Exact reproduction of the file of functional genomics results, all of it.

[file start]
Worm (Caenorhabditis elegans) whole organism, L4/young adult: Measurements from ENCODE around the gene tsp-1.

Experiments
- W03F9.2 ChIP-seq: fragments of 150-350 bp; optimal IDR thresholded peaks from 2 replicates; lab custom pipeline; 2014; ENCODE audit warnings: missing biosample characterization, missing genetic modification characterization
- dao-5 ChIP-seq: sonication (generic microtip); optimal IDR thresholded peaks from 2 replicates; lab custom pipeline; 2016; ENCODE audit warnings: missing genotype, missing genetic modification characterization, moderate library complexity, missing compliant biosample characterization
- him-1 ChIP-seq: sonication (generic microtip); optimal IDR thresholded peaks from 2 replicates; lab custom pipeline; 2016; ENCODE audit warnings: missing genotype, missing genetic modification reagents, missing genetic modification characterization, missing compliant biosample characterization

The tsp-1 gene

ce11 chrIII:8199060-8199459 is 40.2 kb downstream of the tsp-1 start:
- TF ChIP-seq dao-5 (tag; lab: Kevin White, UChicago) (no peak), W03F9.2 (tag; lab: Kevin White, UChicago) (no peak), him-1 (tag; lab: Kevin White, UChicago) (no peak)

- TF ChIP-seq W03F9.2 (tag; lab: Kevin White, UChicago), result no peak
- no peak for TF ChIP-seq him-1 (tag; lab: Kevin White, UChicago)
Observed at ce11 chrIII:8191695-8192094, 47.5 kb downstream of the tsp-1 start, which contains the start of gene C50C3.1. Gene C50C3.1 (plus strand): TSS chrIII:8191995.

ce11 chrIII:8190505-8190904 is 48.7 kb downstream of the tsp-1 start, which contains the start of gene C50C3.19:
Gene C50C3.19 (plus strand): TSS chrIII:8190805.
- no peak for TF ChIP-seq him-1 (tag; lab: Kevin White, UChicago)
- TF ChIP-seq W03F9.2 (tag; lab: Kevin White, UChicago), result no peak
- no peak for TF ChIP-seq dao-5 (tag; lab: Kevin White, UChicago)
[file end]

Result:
Worm (Caenorhabditis elegans) whole organism, L4/young adult: Measurements from ENCODE around the gene tsp-1.

Experiments
- W03F9.2 ChIP-seq: fragments of 150-350 bp; optimal IDR thresholded peaks from 2 replicates; lab custom pipeline; 2014; ENCODE audit warnings: missing biosample characterization, missing genetic modification characterization
- dao-5 ChIP-seq: sonication (generic microtip); optimal IDR thresholded peaks from 2 replicates; lab custom pipeline; 2016; ENCODE audit warnings: missing genotype, missing genetic modification characterization, moderate library complexity, missing compliant biosample characterization
- him-1 ChIP-seq: sonication (generic microtip); optimal IDR thresholded peaks from 2 replicates; lab custom pipeline; 2016; ENCODE audit warnings: missing genotype, missing genetic modification reagents, missing genetic modification characterization, missing compliant biosample characterization

The tsp-1 gene

ce11 chrIII:8199060-8199459 is 40.2 kb downstream of the tsp-1 start:
- TF ChIP-seq dao-5 (tag; lab: Kevin White, UChicago) (no peak), W03F9.2 (tag; lab: Kevin White, UChicago) (no peak), him-1 (tag; lab: Kevin White, UChicago) (no peak)

- TF ChIP-seq W03F9.2 (tag; lab: Kevin White, UChicago), result no peak
- no peak for TF ChIP-seq him-1 (tag; lab: Kevin White, UChicago)
Observed at ce11 chrIII:8191695-8192094, 47.5 kb downstream of the tsp-1 start, which contains the start of gene C50C3.1. Gene C50C3.1 (plus strand): TSS chrIII:8191995.

ce11 chrIII:8190505-8190904 is 48.7 kb downstream of the tsp-1 start, which contains the start of gene C50C3.19:
Gene C50C3.19 (plus strand): TSS chrIII:8190805.
- no peak for TF ChIP-seq him-1 (tag; lab: Kevin White, UChicago)
- TF ChIP-seq W03F9.2 (tag; lab: Kevin White, UChicago), result no peak
- no peak for TF ChIP-seq dao-5 (tag; lab: Kevin White, UChicago)